Warters stopped hanging out with Hill two months before she disappeared because he was in a relationship and Hannah was getting more involved with Brad O'Born.

11:50 a.m.: Callahan testimony wraps up. The State calls another witness, R. Warters, an Akron police officer, to testify. A now Waynesburg police officer is testifying about he and Hannah's "close" relationship.

"We were always around each other," said Warters at the Denny Ross retrial.

11:29 a.m.: Court is back in session. Callahan tells prosecutors he had no pressure to solve the Hill case quickly. Callahan says "it's impossible" to set a deadline to solve a case or track down a murderer.

11:04 a.m.: Ross's defense asks Callahan if it's common for a detective to measure the seat of a car from its pedals. Callahan says that could be important, while noting someone could also move the seat back. "True," replied counsel.

The judge calls for a brief 10 minute break.

10:48 a.m.: Callahan says Hill was "regrettably" just a missing person initially because there was no reason to suggest suspicious activity.

10:41 a.m.: Callahan is now being questioned by Ross's attorney, asking him if at that time the department was under a lot of fire for issues within the department. Callahan says no, civilians were punished for their handling of the missing person's case from the call center.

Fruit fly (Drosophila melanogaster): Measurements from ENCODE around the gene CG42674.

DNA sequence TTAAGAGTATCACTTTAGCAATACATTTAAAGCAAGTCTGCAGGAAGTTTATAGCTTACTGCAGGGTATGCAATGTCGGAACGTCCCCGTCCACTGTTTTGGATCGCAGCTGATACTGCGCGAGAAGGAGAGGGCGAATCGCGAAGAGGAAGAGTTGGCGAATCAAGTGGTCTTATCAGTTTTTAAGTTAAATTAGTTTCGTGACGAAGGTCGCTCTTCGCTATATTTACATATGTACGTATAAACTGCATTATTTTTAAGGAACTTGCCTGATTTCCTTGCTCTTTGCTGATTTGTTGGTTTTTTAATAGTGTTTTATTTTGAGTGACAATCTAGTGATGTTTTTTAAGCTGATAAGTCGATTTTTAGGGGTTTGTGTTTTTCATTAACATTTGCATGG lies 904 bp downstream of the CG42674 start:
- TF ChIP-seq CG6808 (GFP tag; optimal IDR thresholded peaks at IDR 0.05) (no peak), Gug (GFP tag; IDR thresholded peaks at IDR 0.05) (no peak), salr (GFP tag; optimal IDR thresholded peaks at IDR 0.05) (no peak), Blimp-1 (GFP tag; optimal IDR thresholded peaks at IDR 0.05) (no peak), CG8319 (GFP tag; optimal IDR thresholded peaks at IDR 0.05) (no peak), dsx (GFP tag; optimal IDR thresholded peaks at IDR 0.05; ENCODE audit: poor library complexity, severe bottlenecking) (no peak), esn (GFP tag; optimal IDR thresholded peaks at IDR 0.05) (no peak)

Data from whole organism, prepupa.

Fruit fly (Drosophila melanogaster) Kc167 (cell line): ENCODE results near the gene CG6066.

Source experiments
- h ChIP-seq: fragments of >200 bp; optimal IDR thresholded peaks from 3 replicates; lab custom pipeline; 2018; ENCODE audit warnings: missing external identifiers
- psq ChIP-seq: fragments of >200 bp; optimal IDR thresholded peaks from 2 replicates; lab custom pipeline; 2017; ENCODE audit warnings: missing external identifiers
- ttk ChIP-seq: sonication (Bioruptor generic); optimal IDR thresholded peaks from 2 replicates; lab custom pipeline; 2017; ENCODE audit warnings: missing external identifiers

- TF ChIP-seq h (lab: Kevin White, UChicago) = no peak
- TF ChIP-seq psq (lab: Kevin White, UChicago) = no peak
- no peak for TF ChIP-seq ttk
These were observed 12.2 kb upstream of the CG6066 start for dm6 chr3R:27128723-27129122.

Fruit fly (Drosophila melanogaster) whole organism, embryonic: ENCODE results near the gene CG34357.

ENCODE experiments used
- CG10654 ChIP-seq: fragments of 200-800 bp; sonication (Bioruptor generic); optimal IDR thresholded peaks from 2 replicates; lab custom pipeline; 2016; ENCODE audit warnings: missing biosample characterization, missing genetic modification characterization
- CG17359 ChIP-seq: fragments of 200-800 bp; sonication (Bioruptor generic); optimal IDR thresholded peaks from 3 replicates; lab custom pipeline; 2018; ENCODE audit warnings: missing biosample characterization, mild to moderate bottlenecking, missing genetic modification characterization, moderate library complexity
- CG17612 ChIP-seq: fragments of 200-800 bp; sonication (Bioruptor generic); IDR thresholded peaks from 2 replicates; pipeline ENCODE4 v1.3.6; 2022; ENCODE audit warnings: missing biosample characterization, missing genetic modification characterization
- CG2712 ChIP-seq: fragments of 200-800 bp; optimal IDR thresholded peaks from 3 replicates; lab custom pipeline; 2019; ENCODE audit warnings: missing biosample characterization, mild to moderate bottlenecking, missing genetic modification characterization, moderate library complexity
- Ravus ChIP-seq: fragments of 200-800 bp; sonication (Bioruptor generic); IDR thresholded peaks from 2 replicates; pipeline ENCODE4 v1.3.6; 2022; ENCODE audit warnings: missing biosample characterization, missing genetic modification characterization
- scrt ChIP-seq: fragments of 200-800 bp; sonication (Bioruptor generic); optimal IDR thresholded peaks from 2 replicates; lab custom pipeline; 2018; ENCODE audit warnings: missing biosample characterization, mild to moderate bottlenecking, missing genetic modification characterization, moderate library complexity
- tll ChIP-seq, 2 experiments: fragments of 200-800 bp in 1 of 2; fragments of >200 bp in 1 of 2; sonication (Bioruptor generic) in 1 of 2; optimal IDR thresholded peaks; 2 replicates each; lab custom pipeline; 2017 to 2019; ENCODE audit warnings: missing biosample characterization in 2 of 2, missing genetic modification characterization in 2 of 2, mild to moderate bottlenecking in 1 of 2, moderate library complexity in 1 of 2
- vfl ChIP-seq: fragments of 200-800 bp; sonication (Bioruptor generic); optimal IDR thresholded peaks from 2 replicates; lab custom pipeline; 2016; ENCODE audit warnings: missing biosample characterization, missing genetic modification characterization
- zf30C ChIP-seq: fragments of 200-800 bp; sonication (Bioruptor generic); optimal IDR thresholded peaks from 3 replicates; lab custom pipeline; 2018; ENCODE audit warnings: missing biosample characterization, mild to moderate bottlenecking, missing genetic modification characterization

10:33 a.m.: Callahan oversaw the investigation into the Hannah Hill murder and recalls finding her body on May 26, 1999 on Caine Road in Ellet.

"I saw Hannah Hill's body placed in the trunk of this car in a position that would make it striking to anybody who witnessed it, like it was planned that way."

He graphically described how Hannah's body was placed in a humiliating way, "exposing her."

10:25 a.m.: Paul Callahan says a number of detectives responded to Caine Road to investigate the suspicious car, which turned out to be Hannah Hill's. Callahan says residents were furious with the department for their delay in the investigation.

"The civilian call center gets thousands of calls," says Callahan. A civilian answered the Hill call "and missed it," in regard to noting the unfamiliar car parked on Caine Road.

10:15 a.m.: Paul Callahan, who was deputy chief of Akron police in 1999 when Hannah Hill was found murdered, begins talking about the department's handling of the case. Right now, he's detailing procedures.

10:07 a.m.: Finnicum is dismissed from the witness stand.

10 a.m.: Finnicum details seeing Hannah Hill's car parked on Caine Road for days, continually noticing the unfamiliar vehicle, equipped with an Akron police ticket. He walked around it and remembers seeing the license plate with Hill's name on it.

9:50 a.m.: Doyle explains why he suffers from PTSD. "It's because a lot of bad things happened." He details specifics, including his brother and best friend being murdered, then his sister, another brother and father dying within a three year span.